Gizmodo has a really cool article about NASA’s attempts to map the moon’s odd gravity down to the micron. Two orbiters around the moon are part of the GRAIL program have been tasked with measuring the moon’s micro gravity in an attempt to understand the moon’s interior structure. The two orbiters have been collecting data since New Year’s day, 2012, so they’re about to hit their one year mark (and thus potentially get to sign up for medical insurance …. is this thing on?) One of the neater aspects of this program is that the orbiters are fitted with remote cameras. Middle school kids actually get to control the cameras remotely for science projects at school. It’s all part of NASA’s MoonKAM (Moon Knowledge Acquired by Middle school students). Man, I wish there had been stuff like this when I was in middle school….
We are looking for one or two interns to support blog and podcast activities on VerySpatial.com for the Spring 2013 semester. Any undergraduate or graduate student in Geography or a related field can apply. Activities for the internship will include:
To apply, please send a short writing sample and a resume to *podcast at veryspatial.com*. We will begin review of applications as they arrive, including setting up potential Skype or Google+ interviews, and make a decision by January 12th, 2013.
Onion News – thinking of solutions before even Apple can.
I was told by my local Hallmark Store that this is the last year that Hallmark will be making the Barbie series of ornaments including the Geography Teacher Barbie Ornament. It is called the Student Teacher Barbie Ornament but she is carrying a geography textbook, has a map pointer, and it comes with a globe background (circa 1965).
If you are more of a do it yourself ornament maker, Maps.com has directions for an origami globe ornament,which would be good as a project any time of the year. If anyone has used the smashed orange to teach map projections, as recommended in many geographical literacy toolkits, this would be another good activity.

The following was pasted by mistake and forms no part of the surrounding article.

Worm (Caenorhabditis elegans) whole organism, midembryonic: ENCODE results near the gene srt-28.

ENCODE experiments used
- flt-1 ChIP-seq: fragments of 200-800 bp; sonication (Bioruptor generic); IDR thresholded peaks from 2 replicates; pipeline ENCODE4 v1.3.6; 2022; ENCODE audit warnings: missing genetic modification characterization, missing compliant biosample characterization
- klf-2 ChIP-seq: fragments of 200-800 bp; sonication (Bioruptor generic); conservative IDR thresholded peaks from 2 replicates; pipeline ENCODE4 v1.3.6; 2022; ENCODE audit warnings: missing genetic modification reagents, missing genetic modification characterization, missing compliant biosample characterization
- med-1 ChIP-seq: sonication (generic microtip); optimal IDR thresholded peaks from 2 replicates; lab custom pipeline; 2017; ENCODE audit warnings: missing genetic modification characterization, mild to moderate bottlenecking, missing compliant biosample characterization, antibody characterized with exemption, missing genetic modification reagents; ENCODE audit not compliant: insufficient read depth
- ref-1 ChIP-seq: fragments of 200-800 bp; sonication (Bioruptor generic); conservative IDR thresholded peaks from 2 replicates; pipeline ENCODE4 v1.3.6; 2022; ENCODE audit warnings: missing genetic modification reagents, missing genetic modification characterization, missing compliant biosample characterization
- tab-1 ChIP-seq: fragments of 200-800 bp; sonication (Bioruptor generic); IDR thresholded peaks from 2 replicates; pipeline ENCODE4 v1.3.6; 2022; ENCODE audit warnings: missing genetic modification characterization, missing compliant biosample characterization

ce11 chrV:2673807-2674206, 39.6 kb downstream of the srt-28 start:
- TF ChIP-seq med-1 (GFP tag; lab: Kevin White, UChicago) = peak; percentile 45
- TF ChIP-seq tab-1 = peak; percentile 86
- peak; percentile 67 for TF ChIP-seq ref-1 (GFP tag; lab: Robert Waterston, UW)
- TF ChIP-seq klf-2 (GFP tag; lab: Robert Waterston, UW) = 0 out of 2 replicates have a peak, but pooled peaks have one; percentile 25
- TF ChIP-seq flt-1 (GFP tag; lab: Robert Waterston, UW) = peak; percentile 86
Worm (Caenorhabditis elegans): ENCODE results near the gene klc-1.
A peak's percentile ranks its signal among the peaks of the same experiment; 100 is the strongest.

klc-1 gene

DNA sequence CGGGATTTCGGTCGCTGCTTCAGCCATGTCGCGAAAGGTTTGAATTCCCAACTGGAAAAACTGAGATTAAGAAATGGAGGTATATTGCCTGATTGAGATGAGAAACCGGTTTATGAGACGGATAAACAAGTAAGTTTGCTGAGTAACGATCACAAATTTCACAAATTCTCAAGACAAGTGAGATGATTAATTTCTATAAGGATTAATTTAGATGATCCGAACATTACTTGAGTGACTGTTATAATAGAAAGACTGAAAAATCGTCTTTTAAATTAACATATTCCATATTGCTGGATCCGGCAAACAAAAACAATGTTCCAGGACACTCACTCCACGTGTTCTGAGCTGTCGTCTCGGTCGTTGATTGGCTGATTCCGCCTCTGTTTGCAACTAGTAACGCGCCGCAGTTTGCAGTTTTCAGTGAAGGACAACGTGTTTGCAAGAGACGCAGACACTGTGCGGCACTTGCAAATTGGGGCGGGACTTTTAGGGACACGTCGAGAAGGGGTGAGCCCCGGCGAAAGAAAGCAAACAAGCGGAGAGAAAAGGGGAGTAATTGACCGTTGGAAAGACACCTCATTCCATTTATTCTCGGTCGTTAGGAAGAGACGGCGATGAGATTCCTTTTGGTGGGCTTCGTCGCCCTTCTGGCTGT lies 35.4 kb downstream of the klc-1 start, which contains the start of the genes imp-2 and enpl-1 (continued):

NPR’s Pam Kessler has an interesting story about a study done on the geography of charitable giving in the United States by the Chronicle of Philanthropy. She provides an audio story, text, and the Chronicle of Philanthropy’s interactive map. The finding that is highlighted by the study will be one that is common to geospatial analysts, people with more money tend to give more if they live in an economically diverse neighborhood. To paraphrase Tobler’s First Law of Geography, the First Law of U.S. Philanthropy is that anyone can give to any charity, but charity tends to begin at home and moves out from there.
The study itself was compiled using data from the U.S. Internal Revenue Service, the U.S. Census by zip code, and data from the Urban Institute’s National Center for Charitable Statistics among others. The National Center for Charitable Statistics also created the Community Platform, a crowd-sourcing interactive map application designed to help communities and nonprofit organizations match community resources and needs.
The Telegraph UK has an article on England’s Green Belt which provides an interactive Google map for residents to determine if they are in an area classified as green belt land. The most interesting part of the article is that it makes the data available to the public and states that in the past the data would have cost thousands of bounds despite the fact that it is funded using taxpayer money. It then provides a link to the downloadable data provided by The Department for Communities and Local Government. This is a common debate among the GIS community, but not one that is normally brought up in popular media. It will be interesting to see the comments left by the public about the article and if the topic of available data comes up.
The Wall Street Journal today has an article on map auctions coming up in December titled, “Here be Dragons – and Map Lovers“. The maps, globes, and other cartographic items they list sell for several thousand to several million dollars. One collector says that he spends up to 10% of his income on map collecting. According to the Barry Lawrence Ruderman Antique Maps Inc. most map collectors start out by collecting themed maps such as a specific geographic region, historical time period, or even type of cartographic style. Geographaphicus, an antique map blog, says that one of the most frequent questions they get asked is how to determine if a map is authentic or a fake. This is a problem for collectors and also a staple plot device for literary novels and movies.
Antique maps have always made GIS users whistful and there are many requests on-line for how-tos on making a GIS map have more of the cartographic effect of an antique one, such as this post by James Fee from 2006 on creating historic map effects. The Yale Map Library has a dated but thorough document on how to do Classic Cartographic Techniques in ArcMap. The real question is though, how will online and interactive maps stand up to antiquity? Will collectors be bidding on printed out versions of the maps we make today?